St. John’s Abbey Gatehouse

Colchester

Property Description

St. Johns’ Abbey was a very wealthy Benedictine abbey situated in Colchester, Essex. It functioned between 1096 and 1539. All that survives today is this stunning gatehouse built around 1400. It is now owned by English Heritage and is Grade I listed – you can walk through it publicly today. The structure is architecturally beautiful; bearing East Anglian ‘flushwork’; a combination of flint and ashlar set flat into the stonework, creating a spectacular white and grey contrast. During the English Civil War, the abbey fell on the site of the Royalist Lucas family, and the gatehouse was bombarded and stormed under siege from Parliamentarian soldiers.

St. John’s Abbey was originally the location of a Saxon church dedicated to either St. John the Baptist, or St. John the Evangelist. This was evacuated in the 1970s and found to be a three-part structure made out of Roman rubble. After Norman conquest in 1066, the town became a possession of Eudo Dapifer who was steward to William I and King William II. He claimed to have witnessed a miracle at St. John’s Church and used this excuse to found a monastery on the site, gaining support from the Bishop of London in 1096. In 1133 the abbey suffered an enormous fire which burned much of Colchester. The offices and monks’ quarters on site had to be relocated, and the abbey rebuilt. Lay peoples were not allowed to worship in the abbey building, and hence St. Giles church which remains today was built for their worship. During the 1381 Peasants’ Revolt, the abbey was attacked by the rebels led by Wat Tyler. During the Wars of the Roses, the abbey held strong pro-Plantagenet feelings and became intwined with its politics. When the Tudors won, King Henry VII viewed the abbey with suspicion, having stayed there during his visit to Colchester. The abbey was disestablished in 1539 following the Dissolution of the Monasteries three years earlier; its last abbot John Beche refused to hand over the abbey to the King and went to trial resulting in him being hanged for treason. In 1548, the abbey was bought by the Lucas Family and the abbey church was slowly demolished over the following century (excavated in 2010). They built a large manor on its site, but kept the walls and gatehouse which survives today. In 1860, the War Office bought the grounds and it became part of Colchester Garrison; several War Office markers can be found around the site today (pictured).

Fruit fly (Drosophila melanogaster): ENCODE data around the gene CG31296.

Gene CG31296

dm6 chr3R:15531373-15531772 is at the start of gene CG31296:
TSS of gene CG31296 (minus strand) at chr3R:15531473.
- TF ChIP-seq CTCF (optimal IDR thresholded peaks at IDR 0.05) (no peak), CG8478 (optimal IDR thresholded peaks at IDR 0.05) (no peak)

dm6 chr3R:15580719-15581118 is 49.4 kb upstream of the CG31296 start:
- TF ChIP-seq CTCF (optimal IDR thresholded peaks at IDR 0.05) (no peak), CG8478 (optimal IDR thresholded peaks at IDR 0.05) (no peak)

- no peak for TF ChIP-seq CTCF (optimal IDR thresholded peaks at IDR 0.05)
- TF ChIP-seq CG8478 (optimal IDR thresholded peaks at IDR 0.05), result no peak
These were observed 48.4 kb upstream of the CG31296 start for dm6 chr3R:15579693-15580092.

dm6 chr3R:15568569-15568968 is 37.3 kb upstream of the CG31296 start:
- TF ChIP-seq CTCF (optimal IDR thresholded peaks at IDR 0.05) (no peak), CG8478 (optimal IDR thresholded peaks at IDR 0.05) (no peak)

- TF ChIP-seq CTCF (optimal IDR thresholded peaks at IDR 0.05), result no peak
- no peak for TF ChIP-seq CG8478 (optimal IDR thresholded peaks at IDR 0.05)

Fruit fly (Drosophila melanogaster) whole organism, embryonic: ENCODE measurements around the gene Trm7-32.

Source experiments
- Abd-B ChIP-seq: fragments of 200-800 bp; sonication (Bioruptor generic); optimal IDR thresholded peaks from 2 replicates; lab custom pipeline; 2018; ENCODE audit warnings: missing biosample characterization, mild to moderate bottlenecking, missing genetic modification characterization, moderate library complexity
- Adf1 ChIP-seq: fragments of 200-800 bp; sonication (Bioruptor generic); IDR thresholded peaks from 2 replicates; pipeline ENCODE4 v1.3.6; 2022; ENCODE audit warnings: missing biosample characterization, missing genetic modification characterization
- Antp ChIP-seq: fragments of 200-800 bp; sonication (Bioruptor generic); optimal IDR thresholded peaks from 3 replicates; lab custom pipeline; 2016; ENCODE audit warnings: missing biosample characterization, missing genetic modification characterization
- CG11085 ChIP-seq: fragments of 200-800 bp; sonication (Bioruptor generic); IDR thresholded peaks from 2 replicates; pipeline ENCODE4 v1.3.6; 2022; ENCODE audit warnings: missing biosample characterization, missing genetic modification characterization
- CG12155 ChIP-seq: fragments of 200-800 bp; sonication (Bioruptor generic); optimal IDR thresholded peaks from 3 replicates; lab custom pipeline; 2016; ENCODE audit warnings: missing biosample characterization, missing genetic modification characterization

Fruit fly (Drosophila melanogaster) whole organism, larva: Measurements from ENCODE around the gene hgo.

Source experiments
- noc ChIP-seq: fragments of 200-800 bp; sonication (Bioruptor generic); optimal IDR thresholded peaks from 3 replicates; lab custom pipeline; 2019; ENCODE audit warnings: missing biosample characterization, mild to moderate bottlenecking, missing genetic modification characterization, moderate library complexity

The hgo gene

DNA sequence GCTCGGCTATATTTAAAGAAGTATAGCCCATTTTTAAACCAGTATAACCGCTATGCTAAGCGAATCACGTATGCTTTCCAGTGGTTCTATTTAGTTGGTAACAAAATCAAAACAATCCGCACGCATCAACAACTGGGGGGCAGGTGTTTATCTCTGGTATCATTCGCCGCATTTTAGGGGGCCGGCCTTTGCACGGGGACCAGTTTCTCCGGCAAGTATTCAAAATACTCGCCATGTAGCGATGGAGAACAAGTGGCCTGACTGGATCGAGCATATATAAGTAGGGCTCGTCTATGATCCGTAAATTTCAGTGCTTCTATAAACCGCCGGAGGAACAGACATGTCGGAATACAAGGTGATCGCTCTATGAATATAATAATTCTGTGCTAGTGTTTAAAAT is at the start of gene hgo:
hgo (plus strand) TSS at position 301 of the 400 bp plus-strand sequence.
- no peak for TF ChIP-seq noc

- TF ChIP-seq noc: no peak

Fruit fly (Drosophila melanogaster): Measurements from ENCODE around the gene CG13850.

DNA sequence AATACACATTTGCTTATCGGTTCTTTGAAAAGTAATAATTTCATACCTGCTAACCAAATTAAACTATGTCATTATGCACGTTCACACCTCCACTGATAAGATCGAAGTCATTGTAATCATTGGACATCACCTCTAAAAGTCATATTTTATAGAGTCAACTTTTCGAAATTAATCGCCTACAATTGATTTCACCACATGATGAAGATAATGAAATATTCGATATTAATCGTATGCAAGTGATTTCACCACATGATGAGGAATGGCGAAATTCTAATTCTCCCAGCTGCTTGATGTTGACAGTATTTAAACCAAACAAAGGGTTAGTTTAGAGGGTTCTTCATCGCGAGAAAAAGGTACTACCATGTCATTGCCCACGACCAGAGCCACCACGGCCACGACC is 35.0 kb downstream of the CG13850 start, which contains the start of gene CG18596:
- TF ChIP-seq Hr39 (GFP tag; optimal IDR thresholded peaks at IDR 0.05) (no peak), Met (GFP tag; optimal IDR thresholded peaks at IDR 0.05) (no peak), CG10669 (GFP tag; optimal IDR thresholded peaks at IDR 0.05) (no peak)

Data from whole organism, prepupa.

Sources: WikipediaEnglish Heritage

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